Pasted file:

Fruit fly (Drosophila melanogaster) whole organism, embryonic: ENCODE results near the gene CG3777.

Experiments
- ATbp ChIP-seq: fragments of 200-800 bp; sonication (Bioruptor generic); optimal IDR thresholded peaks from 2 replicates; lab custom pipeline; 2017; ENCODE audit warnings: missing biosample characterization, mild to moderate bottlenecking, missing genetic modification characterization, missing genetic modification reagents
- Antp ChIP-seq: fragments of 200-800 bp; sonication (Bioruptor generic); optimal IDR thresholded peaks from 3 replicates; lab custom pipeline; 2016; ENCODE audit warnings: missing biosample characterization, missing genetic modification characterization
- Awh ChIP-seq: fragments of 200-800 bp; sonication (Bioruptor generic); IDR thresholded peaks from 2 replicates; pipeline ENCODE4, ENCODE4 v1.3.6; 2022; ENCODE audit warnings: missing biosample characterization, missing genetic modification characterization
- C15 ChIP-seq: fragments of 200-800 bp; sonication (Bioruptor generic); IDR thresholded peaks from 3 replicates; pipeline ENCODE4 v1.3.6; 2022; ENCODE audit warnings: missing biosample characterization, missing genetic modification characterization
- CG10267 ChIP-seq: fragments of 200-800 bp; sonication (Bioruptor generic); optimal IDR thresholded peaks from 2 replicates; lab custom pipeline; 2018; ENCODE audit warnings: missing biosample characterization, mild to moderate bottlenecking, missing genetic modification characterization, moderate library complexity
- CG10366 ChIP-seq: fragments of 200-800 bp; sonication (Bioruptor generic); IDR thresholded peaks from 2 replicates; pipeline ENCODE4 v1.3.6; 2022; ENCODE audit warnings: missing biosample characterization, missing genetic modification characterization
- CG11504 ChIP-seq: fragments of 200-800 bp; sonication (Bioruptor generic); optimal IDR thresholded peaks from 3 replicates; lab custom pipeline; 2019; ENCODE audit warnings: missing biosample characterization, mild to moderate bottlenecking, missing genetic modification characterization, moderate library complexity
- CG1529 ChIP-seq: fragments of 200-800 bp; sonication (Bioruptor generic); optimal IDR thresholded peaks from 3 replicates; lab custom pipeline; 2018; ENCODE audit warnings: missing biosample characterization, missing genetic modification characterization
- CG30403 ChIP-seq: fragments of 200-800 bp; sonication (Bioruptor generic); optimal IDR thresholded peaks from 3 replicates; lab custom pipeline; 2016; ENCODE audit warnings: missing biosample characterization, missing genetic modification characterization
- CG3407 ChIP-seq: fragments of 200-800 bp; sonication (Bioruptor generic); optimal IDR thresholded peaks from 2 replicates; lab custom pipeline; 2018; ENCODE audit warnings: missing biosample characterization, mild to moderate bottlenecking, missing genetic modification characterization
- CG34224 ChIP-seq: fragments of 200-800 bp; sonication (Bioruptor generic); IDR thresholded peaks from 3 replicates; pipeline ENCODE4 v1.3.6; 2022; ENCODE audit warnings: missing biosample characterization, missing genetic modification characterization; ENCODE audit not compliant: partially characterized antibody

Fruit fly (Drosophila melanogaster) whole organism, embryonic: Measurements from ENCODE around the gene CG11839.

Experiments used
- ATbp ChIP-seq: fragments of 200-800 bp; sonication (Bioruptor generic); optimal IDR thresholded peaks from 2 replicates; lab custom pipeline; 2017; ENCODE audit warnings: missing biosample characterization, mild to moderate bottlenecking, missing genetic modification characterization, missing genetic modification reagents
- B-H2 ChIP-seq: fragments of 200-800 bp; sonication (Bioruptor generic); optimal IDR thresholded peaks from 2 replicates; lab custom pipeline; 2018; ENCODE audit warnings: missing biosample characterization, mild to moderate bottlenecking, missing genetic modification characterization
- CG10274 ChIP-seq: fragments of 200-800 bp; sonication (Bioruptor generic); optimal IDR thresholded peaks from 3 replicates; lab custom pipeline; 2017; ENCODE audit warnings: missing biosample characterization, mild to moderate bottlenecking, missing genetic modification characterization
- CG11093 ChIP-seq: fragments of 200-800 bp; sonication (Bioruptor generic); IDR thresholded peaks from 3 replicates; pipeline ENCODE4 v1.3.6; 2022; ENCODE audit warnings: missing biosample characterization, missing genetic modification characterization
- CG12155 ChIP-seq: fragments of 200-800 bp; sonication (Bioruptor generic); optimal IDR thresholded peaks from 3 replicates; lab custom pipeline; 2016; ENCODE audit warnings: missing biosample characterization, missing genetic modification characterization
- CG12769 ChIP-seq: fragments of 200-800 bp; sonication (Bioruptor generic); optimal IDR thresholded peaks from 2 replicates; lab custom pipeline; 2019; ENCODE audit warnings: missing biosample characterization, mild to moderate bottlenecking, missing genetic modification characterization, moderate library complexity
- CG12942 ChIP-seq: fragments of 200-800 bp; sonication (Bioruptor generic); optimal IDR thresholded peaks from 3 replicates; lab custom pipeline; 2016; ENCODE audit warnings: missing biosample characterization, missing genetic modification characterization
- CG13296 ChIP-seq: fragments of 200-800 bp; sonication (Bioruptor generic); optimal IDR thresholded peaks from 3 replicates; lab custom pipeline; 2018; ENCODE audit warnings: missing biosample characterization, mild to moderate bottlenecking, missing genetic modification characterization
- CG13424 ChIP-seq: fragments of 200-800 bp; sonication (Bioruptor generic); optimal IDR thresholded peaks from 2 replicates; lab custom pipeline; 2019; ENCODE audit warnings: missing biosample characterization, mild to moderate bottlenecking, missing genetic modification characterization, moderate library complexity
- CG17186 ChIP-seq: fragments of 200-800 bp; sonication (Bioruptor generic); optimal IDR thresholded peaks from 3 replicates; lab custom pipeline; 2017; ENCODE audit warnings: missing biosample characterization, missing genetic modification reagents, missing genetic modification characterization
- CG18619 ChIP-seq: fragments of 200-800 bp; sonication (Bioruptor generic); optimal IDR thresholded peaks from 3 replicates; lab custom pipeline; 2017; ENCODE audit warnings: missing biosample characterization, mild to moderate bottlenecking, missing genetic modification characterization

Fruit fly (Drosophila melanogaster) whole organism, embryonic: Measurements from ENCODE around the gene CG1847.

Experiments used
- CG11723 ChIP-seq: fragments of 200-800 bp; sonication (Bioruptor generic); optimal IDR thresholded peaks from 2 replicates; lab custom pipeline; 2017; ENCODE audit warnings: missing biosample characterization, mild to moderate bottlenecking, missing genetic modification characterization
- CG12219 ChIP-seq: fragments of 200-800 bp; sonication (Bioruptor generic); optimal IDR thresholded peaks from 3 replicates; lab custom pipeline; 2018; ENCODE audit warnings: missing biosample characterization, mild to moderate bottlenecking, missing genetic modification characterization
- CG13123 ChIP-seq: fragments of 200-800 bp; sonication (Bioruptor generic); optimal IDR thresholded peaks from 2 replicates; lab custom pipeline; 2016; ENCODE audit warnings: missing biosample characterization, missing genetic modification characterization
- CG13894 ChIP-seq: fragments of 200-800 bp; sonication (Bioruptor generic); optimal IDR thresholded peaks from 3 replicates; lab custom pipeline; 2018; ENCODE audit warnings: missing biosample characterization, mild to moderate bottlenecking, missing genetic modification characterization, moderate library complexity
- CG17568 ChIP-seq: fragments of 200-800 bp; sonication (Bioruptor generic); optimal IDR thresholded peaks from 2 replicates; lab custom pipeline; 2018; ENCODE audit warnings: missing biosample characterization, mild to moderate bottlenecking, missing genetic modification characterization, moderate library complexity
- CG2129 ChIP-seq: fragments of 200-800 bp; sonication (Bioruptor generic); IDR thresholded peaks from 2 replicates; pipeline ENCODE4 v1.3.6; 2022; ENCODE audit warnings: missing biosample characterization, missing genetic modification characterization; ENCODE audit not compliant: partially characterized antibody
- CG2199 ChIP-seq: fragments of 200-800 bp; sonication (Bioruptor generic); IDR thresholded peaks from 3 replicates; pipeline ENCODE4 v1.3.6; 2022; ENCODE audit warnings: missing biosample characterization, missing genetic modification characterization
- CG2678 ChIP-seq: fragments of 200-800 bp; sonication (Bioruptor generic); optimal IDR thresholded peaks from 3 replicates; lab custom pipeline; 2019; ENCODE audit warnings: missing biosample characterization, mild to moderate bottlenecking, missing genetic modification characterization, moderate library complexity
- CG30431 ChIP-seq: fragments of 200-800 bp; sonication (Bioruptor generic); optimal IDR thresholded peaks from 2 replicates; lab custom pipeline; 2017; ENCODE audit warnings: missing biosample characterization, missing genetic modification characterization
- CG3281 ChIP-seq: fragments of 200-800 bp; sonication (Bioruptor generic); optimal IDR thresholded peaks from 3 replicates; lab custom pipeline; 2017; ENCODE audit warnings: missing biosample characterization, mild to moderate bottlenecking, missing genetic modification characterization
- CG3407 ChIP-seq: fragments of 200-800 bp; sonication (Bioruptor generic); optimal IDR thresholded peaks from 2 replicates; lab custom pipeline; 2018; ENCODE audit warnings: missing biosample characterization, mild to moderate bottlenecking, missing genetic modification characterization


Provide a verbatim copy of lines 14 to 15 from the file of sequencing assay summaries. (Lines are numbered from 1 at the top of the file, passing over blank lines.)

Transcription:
Fruit fly (Drosophila melanogaster) whole organism, embryonic: Measurements from ENCODE around the gene CG11839.

Experiments used